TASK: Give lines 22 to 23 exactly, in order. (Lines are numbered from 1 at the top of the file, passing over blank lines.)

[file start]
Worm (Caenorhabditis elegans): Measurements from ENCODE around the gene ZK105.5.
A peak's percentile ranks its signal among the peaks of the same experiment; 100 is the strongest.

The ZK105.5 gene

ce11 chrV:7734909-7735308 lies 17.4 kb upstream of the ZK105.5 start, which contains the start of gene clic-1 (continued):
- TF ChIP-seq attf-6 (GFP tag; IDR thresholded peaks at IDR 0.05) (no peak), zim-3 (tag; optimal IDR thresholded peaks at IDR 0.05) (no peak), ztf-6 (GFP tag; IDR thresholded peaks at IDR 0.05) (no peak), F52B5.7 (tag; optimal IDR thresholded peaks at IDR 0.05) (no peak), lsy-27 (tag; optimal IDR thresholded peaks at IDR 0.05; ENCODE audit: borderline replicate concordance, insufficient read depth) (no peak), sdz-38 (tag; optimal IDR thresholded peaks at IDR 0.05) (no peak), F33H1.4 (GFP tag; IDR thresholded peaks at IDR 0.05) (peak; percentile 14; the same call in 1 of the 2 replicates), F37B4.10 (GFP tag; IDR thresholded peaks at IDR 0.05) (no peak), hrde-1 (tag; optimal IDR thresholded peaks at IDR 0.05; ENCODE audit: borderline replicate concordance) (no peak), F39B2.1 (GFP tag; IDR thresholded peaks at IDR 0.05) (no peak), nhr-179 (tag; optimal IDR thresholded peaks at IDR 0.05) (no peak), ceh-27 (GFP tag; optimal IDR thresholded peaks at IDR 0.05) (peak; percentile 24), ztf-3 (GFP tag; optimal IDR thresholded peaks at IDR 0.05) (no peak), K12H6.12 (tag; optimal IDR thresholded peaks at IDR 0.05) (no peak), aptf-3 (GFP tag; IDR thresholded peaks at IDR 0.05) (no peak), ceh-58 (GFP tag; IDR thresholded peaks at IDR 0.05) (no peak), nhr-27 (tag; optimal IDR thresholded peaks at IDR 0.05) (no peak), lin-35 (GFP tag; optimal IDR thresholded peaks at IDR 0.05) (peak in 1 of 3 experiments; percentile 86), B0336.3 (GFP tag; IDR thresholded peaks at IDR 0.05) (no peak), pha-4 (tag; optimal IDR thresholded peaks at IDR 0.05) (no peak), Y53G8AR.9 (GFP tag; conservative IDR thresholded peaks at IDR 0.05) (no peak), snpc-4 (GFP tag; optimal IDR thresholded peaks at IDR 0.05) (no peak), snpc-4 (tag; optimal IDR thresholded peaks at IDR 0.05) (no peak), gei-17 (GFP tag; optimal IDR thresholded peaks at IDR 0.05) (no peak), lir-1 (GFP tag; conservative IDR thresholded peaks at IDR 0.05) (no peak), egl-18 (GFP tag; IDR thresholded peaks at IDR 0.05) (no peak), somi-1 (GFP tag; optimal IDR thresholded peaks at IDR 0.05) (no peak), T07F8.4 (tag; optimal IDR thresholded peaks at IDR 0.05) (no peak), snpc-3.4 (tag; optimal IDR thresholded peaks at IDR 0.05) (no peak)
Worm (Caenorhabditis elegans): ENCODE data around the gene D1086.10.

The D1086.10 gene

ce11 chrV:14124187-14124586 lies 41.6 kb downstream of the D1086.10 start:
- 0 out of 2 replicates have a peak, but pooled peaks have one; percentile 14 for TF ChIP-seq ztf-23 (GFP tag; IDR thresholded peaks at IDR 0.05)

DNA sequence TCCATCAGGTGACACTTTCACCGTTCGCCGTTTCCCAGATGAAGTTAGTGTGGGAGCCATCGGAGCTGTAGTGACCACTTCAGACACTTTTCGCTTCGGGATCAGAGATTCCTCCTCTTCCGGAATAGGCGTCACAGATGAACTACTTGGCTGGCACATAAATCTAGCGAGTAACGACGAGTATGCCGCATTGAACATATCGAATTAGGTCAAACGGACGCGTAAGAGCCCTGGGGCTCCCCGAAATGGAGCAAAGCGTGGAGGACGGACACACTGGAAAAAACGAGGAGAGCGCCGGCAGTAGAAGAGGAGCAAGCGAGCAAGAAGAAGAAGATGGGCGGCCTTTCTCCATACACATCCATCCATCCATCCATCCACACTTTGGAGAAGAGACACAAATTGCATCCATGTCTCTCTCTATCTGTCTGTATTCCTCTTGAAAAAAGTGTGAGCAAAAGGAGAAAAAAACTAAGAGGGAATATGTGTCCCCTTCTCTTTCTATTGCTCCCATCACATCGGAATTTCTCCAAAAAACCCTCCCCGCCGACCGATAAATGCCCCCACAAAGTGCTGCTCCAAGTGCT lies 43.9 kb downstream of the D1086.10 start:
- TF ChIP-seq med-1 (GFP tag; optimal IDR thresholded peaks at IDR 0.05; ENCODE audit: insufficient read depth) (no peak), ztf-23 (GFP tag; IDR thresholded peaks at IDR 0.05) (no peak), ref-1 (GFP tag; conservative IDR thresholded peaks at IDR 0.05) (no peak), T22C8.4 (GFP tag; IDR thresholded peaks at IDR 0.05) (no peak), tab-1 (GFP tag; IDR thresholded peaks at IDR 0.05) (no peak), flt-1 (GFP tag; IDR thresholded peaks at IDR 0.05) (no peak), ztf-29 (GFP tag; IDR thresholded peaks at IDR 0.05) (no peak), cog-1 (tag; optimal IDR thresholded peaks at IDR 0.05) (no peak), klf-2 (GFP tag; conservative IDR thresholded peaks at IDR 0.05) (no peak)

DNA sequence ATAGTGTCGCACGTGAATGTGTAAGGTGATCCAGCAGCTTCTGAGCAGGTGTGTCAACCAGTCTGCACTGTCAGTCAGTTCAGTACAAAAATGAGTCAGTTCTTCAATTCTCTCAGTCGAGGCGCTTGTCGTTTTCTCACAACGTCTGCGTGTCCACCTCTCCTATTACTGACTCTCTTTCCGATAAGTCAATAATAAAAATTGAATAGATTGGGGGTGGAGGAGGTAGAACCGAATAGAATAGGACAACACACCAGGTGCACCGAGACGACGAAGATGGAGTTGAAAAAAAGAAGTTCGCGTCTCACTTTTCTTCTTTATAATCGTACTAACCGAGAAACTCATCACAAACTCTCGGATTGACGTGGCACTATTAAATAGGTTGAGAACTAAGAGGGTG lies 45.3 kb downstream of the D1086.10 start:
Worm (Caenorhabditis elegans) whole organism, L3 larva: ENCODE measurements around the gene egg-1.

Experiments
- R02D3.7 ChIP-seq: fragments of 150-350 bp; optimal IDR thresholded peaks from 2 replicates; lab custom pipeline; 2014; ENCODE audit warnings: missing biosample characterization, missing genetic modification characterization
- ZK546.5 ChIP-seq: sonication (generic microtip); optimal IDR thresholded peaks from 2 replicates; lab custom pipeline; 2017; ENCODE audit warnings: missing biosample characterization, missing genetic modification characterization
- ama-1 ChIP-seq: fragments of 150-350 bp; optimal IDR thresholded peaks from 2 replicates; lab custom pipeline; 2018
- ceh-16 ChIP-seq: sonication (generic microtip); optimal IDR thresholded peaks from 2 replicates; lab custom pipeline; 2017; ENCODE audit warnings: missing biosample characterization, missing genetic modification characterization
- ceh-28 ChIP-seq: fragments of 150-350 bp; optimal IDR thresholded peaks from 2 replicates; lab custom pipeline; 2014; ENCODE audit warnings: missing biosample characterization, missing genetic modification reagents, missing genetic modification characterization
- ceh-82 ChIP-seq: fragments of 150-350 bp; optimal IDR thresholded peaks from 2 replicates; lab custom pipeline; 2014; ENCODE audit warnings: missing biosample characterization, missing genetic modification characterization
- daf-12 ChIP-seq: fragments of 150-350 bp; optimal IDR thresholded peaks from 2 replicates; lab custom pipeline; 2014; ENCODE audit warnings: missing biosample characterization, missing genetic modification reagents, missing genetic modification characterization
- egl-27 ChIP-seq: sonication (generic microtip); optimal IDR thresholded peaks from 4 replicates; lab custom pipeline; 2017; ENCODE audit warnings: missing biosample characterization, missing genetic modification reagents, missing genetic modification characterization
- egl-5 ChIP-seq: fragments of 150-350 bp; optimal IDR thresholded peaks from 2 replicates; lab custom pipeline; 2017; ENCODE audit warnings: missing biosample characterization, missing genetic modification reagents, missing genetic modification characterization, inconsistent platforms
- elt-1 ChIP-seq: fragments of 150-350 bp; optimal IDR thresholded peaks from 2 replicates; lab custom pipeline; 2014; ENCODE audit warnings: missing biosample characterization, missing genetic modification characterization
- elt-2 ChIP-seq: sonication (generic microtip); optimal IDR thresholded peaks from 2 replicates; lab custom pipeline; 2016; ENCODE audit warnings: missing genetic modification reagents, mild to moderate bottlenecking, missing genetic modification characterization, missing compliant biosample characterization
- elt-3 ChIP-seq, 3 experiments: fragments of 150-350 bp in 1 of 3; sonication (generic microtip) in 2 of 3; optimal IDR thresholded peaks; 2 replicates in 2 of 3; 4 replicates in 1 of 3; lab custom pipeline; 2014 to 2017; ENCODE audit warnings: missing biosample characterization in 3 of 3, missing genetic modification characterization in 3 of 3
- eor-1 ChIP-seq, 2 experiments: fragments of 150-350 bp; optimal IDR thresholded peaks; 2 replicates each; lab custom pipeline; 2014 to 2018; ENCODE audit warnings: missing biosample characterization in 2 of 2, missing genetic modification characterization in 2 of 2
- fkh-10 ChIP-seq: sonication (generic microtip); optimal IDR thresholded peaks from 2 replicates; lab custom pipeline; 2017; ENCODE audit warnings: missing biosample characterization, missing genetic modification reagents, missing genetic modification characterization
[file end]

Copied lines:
- egl-27 ChIP-seq: sonication (generic microtip); optimal IDR thresholded peaks from 4 replicates; lab custom pipeline; 2017; ENCODE audit warnings: missing biosample characterization, missing genetic modification reagents, missing genetic modification characterization
- egl-5 ChIP-seq: fragments of 150-350 bp; optimal IDR thresholded peaks from 2 replicates; lab custom pipeline; 2017; ENCODE audit warnings: missing biosample characterization, missing genetic modification reagents, missing genetic modification characterization, inconsistent platforms